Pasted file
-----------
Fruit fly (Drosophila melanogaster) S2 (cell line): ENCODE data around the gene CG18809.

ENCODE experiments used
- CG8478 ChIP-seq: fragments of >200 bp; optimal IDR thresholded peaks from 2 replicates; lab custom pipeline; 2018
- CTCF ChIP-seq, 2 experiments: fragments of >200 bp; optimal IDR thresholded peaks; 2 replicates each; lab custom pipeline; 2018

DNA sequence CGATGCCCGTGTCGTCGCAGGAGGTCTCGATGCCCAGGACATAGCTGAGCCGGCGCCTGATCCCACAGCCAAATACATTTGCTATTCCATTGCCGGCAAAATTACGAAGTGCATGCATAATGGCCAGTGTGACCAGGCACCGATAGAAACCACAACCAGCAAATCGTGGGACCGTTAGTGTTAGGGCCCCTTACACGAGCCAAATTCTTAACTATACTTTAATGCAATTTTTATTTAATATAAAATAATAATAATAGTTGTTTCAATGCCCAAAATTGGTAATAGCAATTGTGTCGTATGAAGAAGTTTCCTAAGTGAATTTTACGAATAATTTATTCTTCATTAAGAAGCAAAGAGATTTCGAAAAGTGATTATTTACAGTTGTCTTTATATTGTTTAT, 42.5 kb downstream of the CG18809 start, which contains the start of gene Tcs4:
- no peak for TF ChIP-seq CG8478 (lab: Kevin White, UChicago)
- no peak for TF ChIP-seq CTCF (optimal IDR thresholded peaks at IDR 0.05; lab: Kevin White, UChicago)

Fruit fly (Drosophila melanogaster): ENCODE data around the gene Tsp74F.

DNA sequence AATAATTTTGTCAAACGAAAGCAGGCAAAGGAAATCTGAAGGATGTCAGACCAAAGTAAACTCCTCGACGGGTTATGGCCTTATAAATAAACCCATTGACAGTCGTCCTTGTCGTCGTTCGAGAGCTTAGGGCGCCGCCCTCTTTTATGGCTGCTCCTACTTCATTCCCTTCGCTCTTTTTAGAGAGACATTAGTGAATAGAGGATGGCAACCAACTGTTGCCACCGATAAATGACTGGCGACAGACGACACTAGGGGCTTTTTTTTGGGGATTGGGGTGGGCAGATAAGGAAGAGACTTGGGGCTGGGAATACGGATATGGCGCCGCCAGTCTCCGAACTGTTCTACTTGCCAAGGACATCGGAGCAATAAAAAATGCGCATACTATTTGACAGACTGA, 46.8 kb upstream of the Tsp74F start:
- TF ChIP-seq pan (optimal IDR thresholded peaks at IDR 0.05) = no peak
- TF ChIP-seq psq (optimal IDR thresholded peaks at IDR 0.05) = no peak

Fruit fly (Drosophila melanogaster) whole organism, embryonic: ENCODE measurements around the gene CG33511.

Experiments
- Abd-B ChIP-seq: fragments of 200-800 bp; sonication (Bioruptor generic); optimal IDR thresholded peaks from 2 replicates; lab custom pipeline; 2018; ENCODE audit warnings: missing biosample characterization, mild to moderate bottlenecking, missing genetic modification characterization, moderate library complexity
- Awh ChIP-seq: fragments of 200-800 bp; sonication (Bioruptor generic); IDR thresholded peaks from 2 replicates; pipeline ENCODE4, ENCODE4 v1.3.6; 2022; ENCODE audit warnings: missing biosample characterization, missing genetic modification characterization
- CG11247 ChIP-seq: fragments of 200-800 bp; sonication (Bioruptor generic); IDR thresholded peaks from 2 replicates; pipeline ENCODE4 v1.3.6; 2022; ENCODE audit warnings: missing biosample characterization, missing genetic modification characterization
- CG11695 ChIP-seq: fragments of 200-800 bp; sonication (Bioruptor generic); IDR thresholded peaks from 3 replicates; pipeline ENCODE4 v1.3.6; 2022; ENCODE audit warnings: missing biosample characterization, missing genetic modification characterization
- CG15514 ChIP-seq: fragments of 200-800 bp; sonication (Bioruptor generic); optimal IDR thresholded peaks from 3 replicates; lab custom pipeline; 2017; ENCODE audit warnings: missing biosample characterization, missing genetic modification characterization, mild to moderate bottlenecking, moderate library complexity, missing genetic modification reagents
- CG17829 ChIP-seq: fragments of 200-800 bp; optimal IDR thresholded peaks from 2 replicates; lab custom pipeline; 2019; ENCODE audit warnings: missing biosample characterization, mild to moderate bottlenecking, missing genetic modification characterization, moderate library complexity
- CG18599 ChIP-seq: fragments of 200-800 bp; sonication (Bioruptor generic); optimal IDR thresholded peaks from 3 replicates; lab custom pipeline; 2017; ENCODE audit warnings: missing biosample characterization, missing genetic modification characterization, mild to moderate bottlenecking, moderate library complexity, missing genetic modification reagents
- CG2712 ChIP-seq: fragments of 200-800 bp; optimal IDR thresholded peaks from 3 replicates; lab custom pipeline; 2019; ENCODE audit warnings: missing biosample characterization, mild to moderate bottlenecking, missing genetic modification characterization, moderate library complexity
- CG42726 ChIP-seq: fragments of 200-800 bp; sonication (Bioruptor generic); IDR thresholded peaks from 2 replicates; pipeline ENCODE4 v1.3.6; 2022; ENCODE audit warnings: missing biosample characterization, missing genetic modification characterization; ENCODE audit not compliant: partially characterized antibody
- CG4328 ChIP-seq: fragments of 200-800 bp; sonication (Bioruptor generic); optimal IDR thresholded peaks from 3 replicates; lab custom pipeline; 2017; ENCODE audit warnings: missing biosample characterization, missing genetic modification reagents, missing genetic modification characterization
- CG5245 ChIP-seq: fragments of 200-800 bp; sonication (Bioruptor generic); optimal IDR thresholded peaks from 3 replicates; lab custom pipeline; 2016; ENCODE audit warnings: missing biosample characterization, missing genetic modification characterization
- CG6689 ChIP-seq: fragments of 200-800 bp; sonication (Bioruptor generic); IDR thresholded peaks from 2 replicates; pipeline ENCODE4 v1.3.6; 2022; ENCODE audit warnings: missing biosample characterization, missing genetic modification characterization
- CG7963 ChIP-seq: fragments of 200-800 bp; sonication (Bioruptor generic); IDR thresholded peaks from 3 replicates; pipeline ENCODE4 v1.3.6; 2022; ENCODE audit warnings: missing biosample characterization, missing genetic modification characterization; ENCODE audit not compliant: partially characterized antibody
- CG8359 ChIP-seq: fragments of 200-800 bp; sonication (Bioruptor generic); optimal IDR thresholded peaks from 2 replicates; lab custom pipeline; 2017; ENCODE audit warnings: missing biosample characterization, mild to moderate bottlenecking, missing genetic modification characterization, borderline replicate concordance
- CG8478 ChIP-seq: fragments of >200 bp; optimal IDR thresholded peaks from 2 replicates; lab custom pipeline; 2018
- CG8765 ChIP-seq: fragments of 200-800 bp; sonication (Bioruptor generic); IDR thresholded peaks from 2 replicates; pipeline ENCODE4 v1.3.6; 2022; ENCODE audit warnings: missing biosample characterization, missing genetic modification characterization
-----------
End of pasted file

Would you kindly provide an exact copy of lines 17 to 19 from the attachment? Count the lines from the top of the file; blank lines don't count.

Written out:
- CG11695 ChIP-seq: fragments of 200-800 bp; sonication (Bioruptor generic); IDR thresholded peaks from 3 replicates; pipeline ENCODE4 v1.3.6; 2022; ENCODE audit warnings: missing biosample characterization, missing genetic modification characterization
- CG15514 ChIP-seq: fragments of 200-800 bp; sonication (Bioruptor generic); optimal IDR thresholded peaks from 3 replicates; lab custom pipeline; 2017; ENCODE audit warnings: missing biosample characterization, missing genetic modification characterization, mild to moderate bottlenecking, moderate library complexity, missing genetic modification reagents
- CG17829 ChIP-seq: fragments of 200-800 bp; optimal IDR thresholded peaks from 2 replicates; lab custom pipeline; 2019; ENCODE audit warnings: missing biosample characterization, mild to moderate bottlenecking, missing genetic modification characterization, moderate library complexity